How to Support Your Husband’s Quiet Time

Posted by Naomi Vacaro on

Being Helpful without Judging or Nagging
Emily Miller

I began having a daily quiet time when I turned thirteen. I’ve done it every day since then: Bible, journals, candles, coffee, and an overwhelming amount of gel pens. Reading the Bible is deeply enjoyable to me, and I have struggled very little with keeping this daily rhythm of time with Jesus.
All these things can make me uniquely discouraging to people who aren’t as painfully conscientious, habitual, and word-oriented as I tend to be.
My husband of seven years, father of our three sons, spiritual leader of our home, and continual example of Christ-likeness is reading through the Bible for the first time.
One common misconception about quiet time is that Bible knowledge equals godliness. This isn’t true. You can memorize the Bible and be an unbeliever. You can teach the Bible and actually be a false teacher skillfully using knowledge to distort the truth.
Quiet time is a means of grace by which our faith is nurtured and strengthened. If we read the Bible in the morning and then live our day as if we’ve never heard the Gospel, our knowledge doesn’t mean much.

My husband heard the Gospel and believed in Jesus. He has proven genuine faith by faithfully living out the Gospel he’s heard. He shows his genuine love for Jesus through daily repentance, selfless service to others, and steady reliance on God in every season. And my husband struggles with reading.
Here are some principles I’ve learned:

1) Don’t become your husband’s mom.
I’m a wife. It is not my job to tell him what to do or to shape his character. I can help him, not order him around. I can encourage him, not try to mold him into the man I intend him to be.

2) Pray a lot and say little.
Maybe your husband wants to have daily time with Jesus and finds it really difficult to make that happen. Pray for him. Show God’s grace by being patient and not focusing very much on something that is likely discouraging for him.
Maybe your husband is disinterested in reading the Bible. Your words won’t force him into the heart hunger that drives us to Jesus each day. So, pray that God would stir his heart. If God leads you to say something, say it boldly, kindly, and humbly. And then, continue to quietly model your delight in spending time with Jesus.

3) Discern, don’t assume.
It’s easy to equate a lack of quiet time with a lack of character. We do this to ourselves, and we can do this to our husbands. Maybe your husband is tired rather than lazy. Maybe he is really, truly not a morning person. Maybe he’s genuinely forgetful instead of disinterested. Maybe reading isn’t easy for him.
Discerning what’s actually going on helps us to be gracious instead of frustrated.
In the early years of our marriage, I tried to make Leigh’s quiet time happen. I would try to get him up early in the morning (it would’ve been easier to stir a hibernating bear). I’d nag him right before he fell asleep. I’d buy him notebooks and suggest reading plans. It didn’t happen.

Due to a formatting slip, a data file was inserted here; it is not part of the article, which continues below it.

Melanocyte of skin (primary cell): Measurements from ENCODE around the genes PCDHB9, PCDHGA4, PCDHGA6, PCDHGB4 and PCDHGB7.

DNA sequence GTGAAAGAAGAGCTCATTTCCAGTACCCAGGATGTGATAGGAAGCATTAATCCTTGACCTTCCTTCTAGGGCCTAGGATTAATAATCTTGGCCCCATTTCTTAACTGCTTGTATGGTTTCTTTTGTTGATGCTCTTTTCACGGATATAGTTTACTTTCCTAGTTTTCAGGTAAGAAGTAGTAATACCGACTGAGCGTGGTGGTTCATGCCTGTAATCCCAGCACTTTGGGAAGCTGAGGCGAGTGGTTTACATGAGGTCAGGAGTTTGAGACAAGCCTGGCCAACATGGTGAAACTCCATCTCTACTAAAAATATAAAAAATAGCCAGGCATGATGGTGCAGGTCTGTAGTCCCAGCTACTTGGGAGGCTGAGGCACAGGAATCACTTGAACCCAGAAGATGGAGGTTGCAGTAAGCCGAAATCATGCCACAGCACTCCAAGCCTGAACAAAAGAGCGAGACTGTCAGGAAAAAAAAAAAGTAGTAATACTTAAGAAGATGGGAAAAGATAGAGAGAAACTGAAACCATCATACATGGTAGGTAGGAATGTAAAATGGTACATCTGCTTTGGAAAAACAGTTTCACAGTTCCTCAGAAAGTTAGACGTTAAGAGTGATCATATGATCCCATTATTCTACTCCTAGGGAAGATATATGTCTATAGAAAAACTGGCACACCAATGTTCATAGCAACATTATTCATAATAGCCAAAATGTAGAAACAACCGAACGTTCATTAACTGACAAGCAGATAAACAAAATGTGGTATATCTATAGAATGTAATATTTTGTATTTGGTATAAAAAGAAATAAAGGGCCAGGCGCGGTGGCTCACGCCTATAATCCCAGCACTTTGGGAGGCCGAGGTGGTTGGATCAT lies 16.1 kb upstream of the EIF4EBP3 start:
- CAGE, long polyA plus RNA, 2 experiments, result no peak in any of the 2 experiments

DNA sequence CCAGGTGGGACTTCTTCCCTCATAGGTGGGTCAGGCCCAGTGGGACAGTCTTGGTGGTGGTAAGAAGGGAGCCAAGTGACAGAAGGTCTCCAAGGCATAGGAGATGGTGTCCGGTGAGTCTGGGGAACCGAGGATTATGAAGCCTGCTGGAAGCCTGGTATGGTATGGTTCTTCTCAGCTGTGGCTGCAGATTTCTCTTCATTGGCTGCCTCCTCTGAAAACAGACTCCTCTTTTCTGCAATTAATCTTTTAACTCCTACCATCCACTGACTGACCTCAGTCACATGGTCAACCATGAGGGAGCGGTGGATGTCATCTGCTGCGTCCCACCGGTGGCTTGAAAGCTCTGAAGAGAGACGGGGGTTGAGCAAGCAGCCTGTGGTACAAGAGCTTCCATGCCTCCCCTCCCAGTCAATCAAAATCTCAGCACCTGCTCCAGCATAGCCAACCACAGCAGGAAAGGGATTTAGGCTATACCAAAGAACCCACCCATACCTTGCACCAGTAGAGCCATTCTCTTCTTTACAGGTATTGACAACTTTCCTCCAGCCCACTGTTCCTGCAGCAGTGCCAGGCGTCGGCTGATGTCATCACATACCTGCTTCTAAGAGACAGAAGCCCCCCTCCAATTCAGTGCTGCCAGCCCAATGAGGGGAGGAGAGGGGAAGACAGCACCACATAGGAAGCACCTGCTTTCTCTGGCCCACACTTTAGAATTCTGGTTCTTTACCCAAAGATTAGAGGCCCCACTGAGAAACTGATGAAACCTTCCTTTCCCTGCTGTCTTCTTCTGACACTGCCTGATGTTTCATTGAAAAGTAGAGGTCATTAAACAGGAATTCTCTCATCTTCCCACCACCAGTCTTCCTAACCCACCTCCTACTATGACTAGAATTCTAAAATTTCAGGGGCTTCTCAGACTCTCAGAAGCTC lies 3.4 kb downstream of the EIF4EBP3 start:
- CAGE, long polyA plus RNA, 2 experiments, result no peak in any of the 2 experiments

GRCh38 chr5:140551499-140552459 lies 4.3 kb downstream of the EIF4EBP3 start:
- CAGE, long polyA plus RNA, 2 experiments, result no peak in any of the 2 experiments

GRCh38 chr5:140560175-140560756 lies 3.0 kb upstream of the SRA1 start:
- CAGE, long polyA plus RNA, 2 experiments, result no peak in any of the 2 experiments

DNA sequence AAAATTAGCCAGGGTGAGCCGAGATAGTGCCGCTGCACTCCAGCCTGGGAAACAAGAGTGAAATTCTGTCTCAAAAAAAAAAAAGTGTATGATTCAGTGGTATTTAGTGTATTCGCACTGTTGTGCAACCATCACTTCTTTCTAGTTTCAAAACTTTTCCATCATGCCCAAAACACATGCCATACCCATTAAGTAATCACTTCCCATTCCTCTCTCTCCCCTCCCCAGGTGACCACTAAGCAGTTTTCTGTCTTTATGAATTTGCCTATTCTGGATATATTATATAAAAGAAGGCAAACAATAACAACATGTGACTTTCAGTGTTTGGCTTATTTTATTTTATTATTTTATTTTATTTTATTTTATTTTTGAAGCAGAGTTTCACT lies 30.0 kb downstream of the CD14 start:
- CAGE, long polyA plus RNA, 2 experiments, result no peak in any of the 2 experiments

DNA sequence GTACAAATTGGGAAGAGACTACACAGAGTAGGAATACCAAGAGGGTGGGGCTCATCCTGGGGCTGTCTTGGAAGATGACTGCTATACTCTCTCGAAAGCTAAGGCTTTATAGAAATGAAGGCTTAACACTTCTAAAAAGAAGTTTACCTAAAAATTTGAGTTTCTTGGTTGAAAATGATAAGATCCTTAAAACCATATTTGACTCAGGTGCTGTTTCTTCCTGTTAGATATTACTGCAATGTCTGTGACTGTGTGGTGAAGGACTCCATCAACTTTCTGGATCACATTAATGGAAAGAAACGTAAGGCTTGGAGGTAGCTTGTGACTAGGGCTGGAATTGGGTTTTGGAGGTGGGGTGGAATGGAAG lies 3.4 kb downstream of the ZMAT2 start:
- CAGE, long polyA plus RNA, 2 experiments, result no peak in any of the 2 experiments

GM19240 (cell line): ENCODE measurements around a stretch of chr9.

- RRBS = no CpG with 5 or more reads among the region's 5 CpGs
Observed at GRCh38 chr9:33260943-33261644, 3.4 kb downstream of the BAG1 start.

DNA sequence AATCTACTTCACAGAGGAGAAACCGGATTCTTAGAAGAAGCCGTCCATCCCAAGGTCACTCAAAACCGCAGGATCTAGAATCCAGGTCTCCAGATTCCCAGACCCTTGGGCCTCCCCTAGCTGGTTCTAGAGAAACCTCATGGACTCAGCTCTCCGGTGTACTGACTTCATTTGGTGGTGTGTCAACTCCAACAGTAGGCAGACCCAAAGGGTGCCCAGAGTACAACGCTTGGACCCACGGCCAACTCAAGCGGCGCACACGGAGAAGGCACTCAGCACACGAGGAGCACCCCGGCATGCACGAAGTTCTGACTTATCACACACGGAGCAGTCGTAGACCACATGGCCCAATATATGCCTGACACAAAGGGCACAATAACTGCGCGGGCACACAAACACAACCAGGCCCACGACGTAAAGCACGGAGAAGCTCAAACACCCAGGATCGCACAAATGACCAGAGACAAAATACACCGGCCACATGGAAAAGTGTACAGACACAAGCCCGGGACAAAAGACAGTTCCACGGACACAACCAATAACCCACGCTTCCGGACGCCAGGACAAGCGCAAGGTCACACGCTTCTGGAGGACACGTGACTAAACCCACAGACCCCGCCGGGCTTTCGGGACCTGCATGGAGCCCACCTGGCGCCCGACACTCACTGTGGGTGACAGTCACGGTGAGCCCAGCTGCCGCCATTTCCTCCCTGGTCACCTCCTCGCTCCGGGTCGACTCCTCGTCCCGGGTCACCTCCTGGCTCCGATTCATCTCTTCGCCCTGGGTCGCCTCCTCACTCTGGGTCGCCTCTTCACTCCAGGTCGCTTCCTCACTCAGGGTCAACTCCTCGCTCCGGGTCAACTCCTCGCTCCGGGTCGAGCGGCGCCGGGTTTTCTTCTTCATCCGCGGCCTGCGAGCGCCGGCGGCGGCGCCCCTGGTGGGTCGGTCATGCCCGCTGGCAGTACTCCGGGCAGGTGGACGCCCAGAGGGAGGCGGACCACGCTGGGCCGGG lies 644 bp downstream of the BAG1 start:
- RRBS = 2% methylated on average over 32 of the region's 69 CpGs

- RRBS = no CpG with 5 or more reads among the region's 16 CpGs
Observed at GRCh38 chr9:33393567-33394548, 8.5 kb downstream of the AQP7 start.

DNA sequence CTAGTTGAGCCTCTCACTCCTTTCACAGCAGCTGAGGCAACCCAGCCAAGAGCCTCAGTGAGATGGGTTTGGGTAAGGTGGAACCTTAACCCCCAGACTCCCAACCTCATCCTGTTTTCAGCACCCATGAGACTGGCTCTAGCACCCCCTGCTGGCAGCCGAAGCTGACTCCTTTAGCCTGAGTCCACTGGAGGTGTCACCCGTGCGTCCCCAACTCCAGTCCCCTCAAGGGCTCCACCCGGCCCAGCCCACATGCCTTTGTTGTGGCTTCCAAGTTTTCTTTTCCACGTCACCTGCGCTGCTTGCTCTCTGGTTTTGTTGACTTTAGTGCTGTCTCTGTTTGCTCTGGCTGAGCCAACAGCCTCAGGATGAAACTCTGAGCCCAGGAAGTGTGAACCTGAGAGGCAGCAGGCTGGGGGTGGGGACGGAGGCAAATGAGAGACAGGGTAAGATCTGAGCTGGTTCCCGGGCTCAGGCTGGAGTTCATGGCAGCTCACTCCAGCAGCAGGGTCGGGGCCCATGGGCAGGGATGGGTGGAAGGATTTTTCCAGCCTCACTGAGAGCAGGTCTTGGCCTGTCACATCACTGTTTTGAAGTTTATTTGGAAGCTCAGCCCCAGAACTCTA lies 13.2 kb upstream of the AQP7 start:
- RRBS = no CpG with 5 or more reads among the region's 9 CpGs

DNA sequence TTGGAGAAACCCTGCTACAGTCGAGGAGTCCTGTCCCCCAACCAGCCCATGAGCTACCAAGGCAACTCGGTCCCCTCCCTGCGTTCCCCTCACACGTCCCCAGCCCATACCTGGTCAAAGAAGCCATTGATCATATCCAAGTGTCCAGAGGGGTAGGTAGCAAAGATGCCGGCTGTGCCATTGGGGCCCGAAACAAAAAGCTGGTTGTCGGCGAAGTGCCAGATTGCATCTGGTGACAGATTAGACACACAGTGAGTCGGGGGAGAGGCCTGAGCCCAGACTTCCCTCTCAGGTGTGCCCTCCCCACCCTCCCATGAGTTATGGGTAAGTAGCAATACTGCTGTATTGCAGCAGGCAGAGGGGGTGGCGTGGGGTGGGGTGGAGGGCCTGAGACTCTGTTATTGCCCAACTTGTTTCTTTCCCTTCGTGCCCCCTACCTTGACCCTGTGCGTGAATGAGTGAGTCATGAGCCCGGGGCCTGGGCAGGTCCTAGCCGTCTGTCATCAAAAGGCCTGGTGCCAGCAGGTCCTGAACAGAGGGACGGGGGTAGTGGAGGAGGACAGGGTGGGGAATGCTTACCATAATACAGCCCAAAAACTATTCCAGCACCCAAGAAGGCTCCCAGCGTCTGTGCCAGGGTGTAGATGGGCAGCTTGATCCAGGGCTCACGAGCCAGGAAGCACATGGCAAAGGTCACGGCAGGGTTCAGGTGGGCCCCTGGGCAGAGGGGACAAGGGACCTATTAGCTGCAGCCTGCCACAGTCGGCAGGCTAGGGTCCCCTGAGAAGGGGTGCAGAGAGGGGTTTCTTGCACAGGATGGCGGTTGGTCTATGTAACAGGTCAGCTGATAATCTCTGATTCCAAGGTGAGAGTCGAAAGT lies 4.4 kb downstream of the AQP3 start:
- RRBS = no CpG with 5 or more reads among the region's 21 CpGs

So, I started being thankful for him instead of discontent with him. I prayed and knew that God would continue His good work in his life. I realized that Leigh has struggles with reading and forgetfulness that I don’t have to deal with.
In the end, I just enjoyed my husband and continued to enjoy my own daily time with Jesus.

The desire to read the Bible continued to grow in Leigh. He again expressed this to me and instead of saying something along the lines of “Just do it,” I asked if I could help.
We’re using the same reading plan. I read in the morning, and he listens to a Bible app during the quieter hours of his work or on his way home. He’s still forgetful and I’m still painfully organized, so he asked me to text him once a day to remind him of what we’re reading. We’re working as a team, leveraging my strengths in this area as I lean on his strengths in many others.

Friend, don’t fret, nag, or be frustrated. Trust God! Don’t be afraid of being more disciplined in a means of grace than your spouse. Don’t use the nourishment you get from your quiet time as a weapon against your husband. Don’t make his quiet time about your expectations.
Delight in Jesus. Love and honor your husband. Be as patient with him as Christ is with you.

Practical Suggestions:
1) Focus first on your own habit. Ask for his help!
2) Grow your love for your husband. Write something you appreciate about him every day and then pray for him.
3) Use all the tools for yourself! If reading is hard, listen to a Bible app! If mornings are rushed, have a lunch-break quiet time! Ask a friend to text you a reminder every day! Be creative.
Emily Miller
Emily began having a daily quiet time at the age of 13. This habit has been one of the few constants in her life as she transitioned from being a missionary kid in Mongolia to a barista in Oregon to a stay-at-home mom in central Florida. The Word of God has anchored Emily to Jesus through depression, struggles with doubt, health issues, and her son’s cystic fibrosis.

Bible Reading Christian Living Marriage Quiet Time Relationships Spiritual Growth

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  • So beautifully said. In our relationship it is me that has a hard time reading and forgetfulness and well, what I call squirrel. I am very easily distracted.

    I have learned to have my quiet time just before I go to sleep at night. This helps me quiet my mind and focus it on God and pure things. Which helps me to rest properly. Getting up early just has never worked with me and my sleep disorder. Thanks for the encouragement!

    Jackie Miller on

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